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Experienced American educators discuss the impact of social inequalities created by racism and sexism on the U.S. educational system.
A fan-favorite story by New York Times bestselling author Kat Martin, originally published in 2011. Sarah Allen burned a lot of bridges when she left her hometown. But when her husband is murdered and his associates come looking for her and her daughter, Sarah has only one place left to go—Wind Canyon, Wyoming. She runs right into Jackson Raines, the man she spurned in high school, who has now become a successful ranch owner. She expects anger from him, but instead she gets mercy. Jackson knows Sarah and her daughter, Holly, are in trouble, and he can’t turn them away. He’s never forgotten the beautiful girl he could never have, and she’s more alluring now than she ever was in high school. So when Sarah’s enemies show up in Wind Canyon, Jackson is determined to protect Sarah and Holly, and prove to them that they’ve finally found their way home.
Vince Vinson was a young man addicted to life. An avid sportsman and world traveller, he was suddenly thrust against adversity when a horrific car accident sent him to a trauma unit at a local hospital, coming face to face with death and the eventual loss of a leg through no fault of his own. Facing incredible pain and grief, hope and depression, Vince strides forward slowly, trying to come to terms with adversity, facing life anew. Together with his loving wife, Susie, Vince strugles with emotional problems, his relationship with Susie and friends, legal battles, lost dreams and finding himself again. Together, they go forward, intent on living life with honor and dignity no matter how much adversity face them. In the end, they find the strenght to take life as it is, giving us a glimpse into the eventual triumph of the human spirit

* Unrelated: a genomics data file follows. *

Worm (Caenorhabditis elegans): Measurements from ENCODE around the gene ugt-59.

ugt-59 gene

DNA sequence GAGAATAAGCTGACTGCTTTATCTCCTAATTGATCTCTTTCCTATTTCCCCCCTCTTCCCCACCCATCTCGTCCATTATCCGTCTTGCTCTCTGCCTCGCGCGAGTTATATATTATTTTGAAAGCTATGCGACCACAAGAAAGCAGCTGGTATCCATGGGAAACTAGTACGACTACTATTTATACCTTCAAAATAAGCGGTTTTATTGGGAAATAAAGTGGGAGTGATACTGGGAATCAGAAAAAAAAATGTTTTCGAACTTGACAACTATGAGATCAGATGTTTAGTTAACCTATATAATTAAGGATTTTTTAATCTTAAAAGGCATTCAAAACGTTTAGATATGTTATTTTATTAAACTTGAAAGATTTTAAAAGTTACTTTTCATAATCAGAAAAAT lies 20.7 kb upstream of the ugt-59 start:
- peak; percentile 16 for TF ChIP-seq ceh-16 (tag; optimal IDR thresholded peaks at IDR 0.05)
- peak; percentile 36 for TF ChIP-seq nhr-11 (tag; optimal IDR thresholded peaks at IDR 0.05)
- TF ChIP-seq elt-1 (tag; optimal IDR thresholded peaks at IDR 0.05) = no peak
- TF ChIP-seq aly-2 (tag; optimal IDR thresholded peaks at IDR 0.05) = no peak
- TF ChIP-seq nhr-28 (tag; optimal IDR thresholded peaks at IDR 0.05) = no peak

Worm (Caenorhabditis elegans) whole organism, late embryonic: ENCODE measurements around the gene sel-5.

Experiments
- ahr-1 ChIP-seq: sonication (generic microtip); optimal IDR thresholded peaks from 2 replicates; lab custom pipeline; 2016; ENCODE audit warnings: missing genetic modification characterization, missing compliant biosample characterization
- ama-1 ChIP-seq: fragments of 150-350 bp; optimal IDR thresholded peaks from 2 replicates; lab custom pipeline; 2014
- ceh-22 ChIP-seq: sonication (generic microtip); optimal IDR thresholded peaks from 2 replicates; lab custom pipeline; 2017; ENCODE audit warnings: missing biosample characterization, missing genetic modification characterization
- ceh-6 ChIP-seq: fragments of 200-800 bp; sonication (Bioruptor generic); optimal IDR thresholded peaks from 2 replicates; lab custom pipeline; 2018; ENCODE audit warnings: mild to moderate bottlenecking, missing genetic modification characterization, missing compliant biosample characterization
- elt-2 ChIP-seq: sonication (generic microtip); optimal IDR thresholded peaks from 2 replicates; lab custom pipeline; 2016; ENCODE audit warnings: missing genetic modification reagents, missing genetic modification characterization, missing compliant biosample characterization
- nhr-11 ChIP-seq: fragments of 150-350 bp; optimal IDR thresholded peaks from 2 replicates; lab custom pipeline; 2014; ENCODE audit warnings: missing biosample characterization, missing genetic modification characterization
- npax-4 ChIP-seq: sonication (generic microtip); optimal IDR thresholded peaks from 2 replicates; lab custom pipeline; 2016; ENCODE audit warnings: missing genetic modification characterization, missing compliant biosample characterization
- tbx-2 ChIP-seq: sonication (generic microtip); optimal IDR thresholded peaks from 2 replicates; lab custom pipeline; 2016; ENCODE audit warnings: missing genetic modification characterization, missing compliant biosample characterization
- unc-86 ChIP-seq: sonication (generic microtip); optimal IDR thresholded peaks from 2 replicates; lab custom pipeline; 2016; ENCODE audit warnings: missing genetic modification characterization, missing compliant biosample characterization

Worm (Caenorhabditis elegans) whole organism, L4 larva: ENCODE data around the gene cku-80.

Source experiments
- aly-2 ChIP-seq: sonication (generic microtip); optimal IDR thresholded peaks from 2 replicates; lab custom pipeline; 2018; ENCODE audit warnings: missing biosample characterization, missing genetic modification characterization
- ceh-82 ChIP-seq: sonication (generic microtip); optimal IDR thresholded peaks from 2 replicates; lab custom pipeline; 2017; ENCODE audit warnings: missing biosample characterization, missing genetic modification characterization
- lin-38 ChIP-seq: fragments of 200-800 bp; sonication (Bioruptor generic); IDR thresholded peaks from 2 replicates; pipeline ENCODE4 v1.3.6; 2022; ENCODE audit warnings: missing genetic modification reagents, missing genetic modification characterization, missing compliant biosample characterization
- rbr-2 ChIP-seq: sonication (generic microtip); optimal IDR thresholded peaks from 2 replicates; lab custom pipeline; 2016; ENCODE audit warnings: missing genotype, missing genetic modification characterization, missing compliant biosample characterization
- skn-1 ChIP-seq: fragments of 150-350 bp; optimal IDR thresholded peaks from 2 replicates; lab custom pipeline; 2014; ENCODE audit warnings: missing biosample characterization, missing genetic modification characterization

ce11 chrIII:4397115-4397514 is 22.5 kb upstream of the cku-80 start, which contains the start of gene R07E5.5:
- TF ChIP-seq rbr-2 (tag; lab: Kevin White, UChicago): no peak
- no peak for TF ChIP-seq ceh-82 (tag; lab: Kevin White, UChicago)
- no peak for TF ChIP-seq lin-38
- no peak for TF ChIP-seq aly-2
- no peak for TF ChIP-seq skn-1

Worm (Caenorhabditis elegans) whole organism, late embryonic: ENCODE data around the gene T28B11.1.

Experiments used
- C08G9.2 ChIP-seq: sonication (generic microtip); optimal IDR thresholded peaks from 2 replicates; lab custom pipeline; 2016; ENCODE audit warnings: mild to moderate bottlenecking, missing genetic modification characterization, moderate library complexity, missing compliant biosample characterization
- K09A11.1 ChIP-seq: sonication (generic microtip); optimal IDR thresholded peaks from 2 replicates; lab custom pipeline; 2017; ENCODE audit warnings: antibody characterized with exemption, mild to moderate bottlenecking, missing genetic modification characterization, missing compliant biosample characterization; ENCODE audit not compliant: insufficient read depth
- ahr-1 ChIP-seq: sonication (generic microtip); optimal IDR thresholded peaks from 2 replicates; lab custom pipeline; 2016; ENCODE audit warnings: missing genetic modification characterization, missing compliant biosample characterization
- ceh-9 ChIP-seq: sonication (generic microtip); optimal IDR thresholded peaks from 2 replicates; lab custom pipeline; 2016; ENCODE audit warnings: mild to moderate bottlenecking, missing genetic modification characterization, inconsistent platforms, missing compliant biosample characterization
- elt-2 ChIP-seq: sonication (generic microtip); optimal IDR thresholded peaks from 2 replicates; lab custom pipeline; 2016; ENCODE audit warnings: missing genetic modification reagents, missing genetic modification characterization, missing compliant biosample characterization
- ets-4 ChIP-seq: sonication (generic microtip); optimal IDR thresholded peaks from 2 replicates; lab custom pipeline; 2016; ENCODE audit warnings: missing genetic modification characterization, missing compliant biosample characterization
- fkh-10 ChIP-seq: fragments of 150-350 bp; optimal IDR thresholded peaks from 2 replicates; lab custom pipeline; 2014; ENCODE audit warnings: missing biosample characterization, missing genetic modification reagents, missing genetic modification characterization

The struggle for control of the Southern Baptist Convention, which was publicly launched in 1979 and concluded in the 1990s, marked an unprecedented turning point in the history of the denomination. Just as a new millennium was dawning, everything in the denomination was different: its priorities, its policies, and its personalities. The conservatives had come decisively to the fore, and those Baptists labeled as moderates found themselves largely exiled from the religious communities that had formed them and to which they had given their lives. Using rhetorical and historical analysis to illuminate the role of the Baptist moderates and the schisms that led to their banishment, Carl Kell argues that the twenty-first-century Baptist diaspora originated, in an unintended fashion, after World War II. Birthed in a postwar revival movement at Baylor University in Waco, Texas, young men and women with little or no training in preaching and religious organization became the progenitors of a distinctive community of moderate believers. Armed with a spirit of evangelism and missions, fueled by a "rhetoric of freedom," these men and women would be among the first exiles and martyrs of the fundamentalist takeover that occurred years later. As he probes the rhetoric that defined the moderate voice in Southern Baptist life, Kell also shows how the rise of a conservative counter-rhetoric associated with biblical inerrancy and related doctrines came into play to exclude and divide members of the convention. Complementing Kell's text are contributions by several other prominent observers of the Southern Baptist "holy wars," among them William Hull, Bill Leonard, and Duke McCall. The end result is a unique and penetrating examination of not only where the Baptist moderates came from, but where they are headed and how they will get there. Carl Kell is professor of communication at Western Kentucky University. He is the editor of Exiled: Voices of the Southern Baptist Convention Holy War and coauthor, with Raymond Camp, of In the Name of the Father: The Rhetoric of the New Southern Baptist Convention.